Earlier this month I had the privilege of visiting our SDB community in Port Chester.  While there, I was able to celebrate Mass with the students of Corpus Christi-Holy Rosary School on the Solemnity of the Immaculate Conception.  The third graders were responsible for some of the Mass preparations, including acting out the Gospel of the Annunciation.  After Mass, some of the older students did a great job with the skit of Don Bosco, the sacristan and Bartholomew Garelli.  The faithful of Port Chester were up early for the mañanitas in preparation for the feast of Our Lady of Guadalupe.  There was a six-hour vigil as part of the National Vigil for Life. (Our Lady  of Guadalupe is the patroness of the right to life movement.)  Fr. Pat Angelucci led a street procession from Our Lady of the Rosary Church to Our Lady of Mercy Church on Dec. 11, and on Dec. 12, the gym and church at Corpus Christi were both filled for the bi-lingual Mass in the evening.

I’m sure many of these same events were likewise celebrated in other Salesian presences throughout the province.  Such events during this season of hope inspire us focus our attention on Mary, whom we could call the woman of Advent.  As the Immaculate Conception, Mary shows us the beauty of being united with God.  Remember how the dignified man in dream at the age of 9 told Johnny Bosco, “Start right away to teach your friends the ugliness of sin and the value of virtue.” (Memoirs of the Oratory, Don Bosco Publications, 1989, p. 18) Then the man gave John Bosco a teacher, who would show him how to fulfill his mission.  As Our Lady of Guadalupe, Mary reminds us that we are missionary disciples, bringing the Good News of Jesus into our homes, communities and neighborhoods.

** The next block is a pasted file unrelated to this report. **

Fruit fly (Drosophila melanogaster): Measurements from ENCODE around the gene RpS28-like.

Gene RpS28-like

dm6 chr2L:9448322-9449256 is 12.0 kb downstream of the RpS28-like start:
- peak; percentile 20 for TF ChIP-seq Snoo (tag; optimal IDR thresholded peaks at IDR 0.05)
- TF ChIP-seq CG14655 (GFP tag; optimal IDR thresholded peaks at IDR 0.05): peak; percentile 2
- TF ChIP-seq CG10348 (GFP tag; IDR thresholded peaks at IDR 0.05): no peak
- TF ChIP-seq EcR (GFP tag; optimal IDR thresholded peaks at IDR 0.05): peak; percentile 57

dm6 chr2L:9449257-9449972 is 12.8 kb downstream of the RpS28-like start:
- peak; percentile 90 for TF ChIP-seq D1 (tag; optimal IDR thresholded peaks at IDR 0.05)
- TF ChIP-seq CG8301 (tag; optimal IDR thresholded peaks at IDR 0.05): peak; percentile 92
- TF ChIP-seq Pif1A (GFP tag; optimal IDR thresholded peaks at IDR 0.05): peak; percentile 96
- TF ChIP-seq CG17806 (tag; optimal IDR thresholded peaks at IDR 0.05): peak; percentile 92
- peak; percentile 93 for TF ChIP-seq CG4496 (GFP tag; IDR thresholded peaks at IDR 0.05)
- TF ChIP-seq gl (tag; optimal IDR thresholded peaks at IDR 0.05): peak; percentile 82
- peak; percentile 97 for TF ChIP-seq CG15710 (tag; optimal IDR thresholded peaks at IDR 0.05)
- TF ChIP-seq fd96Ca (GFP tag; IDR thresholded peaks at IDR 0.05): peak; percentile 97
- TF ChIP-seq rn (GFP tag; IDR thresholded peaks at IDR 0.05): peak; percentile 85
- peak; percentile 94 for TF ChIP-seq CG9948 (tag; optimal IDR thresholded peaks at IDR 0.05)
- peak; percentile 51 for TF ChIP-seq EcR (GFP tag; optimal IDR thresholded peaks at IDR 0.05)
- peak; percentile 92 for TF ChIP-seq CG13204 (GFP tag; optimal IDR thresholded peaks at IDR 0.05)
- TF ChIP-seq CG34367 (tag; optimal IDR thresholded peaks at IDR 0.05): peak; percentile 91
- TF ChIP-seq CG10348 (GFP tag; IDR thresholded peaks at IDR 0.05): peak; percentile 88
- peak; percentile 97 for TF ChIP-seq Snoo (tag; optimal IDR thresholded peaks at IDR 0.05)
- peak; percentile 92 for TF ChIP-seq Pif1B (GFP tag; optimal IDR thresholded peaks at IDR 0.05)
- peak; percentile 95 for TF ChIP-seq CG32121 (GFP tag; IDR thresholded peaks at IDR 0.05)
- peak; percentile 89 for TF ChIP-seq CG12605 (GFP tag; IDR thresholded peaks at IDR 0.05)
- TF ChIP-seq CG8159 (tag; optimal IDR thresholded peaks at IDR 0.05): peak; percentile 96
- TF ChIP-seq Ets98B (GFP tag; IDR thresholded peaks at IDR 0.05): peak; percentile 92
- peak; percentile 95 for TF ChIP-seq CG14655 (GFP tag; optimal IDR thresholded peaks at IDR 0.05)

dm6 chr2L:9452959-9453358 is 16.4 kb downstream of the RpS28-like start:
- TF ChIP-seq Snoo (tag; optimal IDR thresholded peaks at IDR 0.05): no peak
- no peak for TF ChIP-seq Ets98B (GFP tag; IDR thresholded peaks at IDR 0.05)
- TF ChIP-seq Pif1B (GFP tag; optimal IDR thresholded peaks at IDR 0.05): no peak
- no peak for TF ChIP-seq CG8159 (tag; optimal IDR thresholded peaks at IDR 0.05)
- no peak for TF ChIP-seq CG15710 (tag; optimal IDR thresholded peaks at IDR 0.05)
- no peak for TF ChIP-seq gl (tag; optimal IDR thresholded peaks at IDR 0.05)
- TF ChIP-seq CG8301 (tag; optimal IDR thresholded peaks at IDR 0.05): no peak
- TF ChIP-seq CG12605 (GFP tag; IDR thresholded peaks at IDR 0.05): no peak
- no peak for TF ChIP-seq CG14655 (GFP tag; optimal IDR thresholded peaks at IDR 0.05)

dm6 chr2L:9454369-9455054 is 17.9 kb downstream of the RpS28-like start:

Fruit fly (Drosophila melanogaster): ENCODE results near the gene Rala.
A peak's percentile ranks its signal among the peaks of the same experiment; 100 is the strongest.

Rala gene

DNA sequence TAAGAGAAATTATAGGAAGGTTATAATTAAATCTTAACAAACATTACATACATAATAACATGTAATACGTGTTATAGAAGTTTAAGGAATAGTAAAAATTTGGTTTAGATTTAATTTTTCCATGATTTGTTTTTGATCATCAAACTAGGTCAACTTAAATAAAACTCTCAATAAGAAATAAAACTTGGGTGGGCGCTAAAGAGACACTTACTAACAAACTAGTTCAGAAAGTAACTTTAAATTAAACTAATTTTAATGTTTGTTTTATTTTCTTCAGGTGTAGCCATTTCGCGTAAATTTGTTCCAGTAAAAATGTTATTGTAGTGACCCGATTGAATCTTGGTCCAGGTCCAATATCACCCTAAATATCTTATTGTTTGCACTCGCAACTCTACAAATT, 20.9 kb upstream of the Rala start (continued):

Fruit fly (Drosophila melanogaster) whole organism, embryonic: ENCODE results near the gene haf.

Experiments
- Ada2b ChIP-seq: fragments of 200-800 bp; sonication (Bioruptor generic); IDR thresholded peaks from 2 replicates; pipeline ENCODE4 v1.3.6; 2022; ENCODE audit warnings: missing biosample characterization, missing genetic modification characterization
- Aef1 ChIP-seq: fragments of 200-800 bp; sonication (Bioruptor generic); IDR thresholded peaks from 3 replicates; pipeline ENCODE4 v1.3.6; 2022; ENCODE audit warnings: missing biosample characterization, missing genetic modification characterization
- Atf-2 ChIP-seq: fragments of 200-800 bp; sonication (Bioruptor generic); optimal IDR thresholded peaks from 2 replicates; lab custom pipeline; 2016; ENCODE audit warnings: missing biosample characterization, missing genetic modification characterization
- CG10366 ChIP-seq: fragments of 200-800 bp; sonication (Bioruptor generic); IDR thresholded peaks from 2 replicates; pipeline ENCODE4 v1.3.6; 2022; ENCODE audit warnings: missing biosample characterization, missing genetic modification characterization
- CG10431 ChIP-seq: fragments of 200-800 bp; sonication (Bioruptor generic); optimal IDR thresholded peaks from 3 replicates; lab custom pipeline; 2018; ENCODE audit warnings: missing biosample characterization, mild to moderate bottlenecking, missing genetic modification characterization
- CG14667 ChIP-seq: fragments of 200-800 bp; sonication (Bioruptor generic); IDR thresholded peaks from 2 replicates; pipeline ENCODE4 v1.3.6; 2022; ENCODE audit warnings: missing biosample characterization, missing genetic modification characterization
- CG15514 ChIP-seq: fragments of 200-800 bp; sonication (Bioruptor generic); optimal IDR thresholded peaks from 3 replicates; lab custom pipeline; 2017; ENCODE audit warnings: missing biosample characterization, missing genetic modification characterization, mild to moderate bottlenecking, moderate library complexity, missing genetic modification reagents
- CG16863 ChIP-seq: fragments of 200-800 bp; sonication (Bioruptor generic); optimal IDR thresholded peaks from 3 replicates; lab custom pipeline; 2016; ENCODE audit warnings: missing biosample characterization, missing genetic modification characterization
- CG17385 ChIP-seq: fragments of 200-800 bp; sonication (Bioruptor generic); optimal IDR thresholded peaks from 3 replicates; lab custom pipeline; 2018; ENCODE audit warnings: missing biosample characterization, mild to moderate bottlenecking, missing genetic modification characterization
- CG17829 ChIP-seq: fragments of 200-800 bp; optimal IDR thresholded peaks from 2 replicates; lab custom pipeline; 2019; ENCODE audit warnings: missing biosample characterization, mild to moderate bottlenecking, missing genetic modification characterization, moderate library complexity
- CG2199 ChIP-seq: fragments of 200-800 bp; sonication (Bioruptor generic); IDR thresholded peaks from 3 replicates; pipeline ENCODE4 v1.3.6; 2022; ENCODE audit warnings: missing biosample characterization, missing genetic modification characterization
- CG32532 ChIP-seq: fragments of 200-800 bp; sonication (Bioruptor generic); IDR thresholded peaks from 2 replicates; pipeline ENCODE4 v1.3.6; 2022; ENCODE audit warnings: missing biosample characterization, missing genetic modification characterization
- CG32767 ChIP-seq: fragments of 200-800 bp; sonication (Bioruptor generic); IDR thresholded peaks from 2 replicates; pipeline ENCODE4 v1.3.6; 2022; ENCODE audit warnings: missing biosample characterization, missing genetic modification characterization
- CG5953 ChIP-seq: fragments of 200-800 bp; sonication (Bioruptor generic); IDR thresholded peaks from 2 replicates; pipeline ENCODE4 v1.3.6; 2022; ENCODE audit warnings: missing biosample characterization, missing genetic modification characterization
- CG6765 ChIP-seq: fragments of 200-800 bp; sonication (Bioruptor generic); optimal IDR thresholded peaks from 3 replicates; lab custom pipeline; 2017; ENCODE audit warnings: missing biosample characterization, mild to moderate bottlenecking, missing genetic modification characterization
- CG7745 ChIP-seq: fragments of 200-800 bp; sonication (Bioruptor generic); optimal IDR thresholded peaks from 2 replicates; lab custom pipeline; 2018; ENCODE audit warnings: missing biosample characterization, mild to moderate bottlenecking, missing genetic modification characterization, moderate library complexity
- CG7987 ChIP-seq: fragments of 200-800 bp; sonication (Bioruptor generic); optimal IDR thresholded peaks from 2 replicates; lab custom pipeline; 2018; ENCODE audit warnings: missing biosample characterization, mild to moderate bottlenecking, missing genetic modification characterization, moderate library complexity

The Scripture readings during the last days of Advent also present Mary as a central figure for our meditation and an example in preparation for the Nativity of our Lord.  Whereas the feasts of the Immaculate Conception and Guadalupe often times are festive, with dramas, Mariachi bands, hot chocolate and sweet rolls, the story of the Annunciation that we will hear on the fourth Sunday of Advent invites us to be quiet.  Mary shows us how to ponder the mystery of God-with-us.  Even in the midst of last minute shopping, cooking and decorating, posadas and parties, we can find the inner peace to welcome Jesus into our lives.

Whether with festive celebrations in honor of the Blessed Mother or in quiet moments of recollection, Mary, the women of Advent is our example of how to prepare for Christmas.  Let us take advantage of these few days of Advent to follow her example, opening our hearts to the Word made flesh and giving witness to his Good News.

Last month, before we celebrated the first World Day of the Poor (Nov. 19), I invited communities to share what they would be doing to accomplish the purpose of that day, that is, to encourage believers to react against a culture of discard and waste, and to embrace the culture of encounter.  I want to thank everyone who sent in brief articles and photos to Salesian News.  One month after World Day of the Poor and a few days before Christmas, we once again recognize in our brothers and sisters living in poverty the presence of our Lord Jesus Christ, who for your sake became poor although he was rich, so that by his poverty you might become rich. (2 Cor 8.9)

Merry Christmas and a Happy New Year to you all.


Fr. Tim Zak

December 31, 2018 - 4:44pm
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